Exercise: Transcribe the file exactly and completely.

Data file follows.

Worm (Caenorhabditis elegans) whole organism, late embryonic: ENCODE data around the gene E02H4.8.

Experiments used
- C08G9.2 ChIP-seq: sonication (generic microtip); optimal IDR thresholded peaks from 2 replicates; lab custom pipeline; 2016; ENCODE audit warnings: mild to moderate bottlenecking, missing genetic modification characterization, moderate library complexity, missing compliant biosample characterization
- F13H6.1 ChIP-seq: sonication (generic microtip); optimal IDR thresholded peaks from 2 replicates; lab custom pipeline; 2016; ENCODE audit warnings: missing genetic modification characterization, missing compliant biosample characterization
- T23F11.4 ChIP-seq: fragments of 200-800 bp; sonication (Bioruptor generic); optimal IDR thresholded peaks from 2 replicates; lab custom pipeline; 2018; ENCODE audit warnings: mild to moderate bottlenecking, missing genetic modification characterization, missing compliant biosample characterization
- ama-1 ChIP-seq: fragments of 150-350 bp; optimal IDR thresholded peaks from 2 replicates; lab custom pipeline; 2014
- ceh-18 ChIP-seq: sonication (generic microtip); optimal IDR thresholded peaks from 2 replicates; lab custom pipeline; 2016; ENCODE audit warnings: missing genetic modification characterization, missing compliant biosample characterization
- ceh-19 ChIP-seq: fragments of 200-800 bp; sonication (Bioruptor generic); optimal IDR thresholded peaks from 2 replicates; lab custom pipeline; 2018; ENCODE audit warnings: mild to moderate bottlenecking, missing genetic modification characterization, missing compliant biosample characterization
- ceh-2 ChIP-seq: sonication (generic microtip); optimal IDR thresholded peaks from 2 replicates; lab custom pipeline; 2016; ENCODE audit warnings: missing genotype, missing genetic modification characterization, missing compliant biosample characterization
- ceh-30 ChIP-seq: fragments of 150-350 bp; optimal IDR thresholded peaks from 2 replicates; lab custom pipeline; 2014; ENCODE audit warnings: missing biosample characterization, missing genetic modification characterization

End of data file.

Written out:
Worm (Caenorhabditis elegans) whole organism, late embryonic: ENCODE data around the gene E02H4.8.

Experiments used
- C08G9.2 ChIP-seq: sonication (generic microtip); optimal IDR thresholded peaks from 2 replicates; lab custom pipeline; 2016; ENCODE audit warnings: mild to moderate bottlenecking, missing genetic modification characterization, moderate library complexity, missing compliant biosample characterization
- F13H6.1 ChIP-seq: sonication (generic microtip); optimal IDR thresholded peaks from 2 replicates; lab custom pipeline; 2016; ENCODE audit warnings: missing genetic modification characterization, missing compliant biosample characterization
- T23F11.4 ChIP-seq: fragments of 200-800 bp; sonication (Bioruptor generic); optimal IDR thresholded peaks from 2 replicates; lab custom pipeline; 2018; ENCODE audit warnings: mild to moderate bottlenecking, missing genetic modification characterization, missing compliant biosample characterization
- ama-1 ChIP-seq: fragments of 150-350 bp; optimal IDR thresholded peaks from 2 replicates; lab custom pipeline; 2014
- ceh-18 ChIP-seq: sonication (generic microtip); optimal IDR thresholded peaks from 2 replicates; lab custom pipeline; 2016; ENCODE audit warnings: missing genetic modification characterization, missing compliant biosample characterization
- ceh-19 ChIP-seq: fragments of 200-800 bp; sonication (Bioruptor generic); optimal IDR thresholded peaks from 2 replicates; lab custom pipeline; 2018; ENCODE audit warnings: mild to moderate bottlenecking, missing genetic modification characterization, missing compliant biosample characterization
- ceh-2 ChIP-seq: sonication (generic microtip); optimal IDR thresholded peaks from 2 replicates; lab custom pipeline; 2016; ENCODE audit warnings: missing genotype, missing genetic modification characterization, missing compliant biosample characterization
- ceh-30 ChIP-seq: fragments of 150-350 bp; optimal IDR thresholded peaks from 2 replicates; lab custom pipeline; 2014; ENCODE audit warnings: missing biosample characterization, missing genetic modification characterization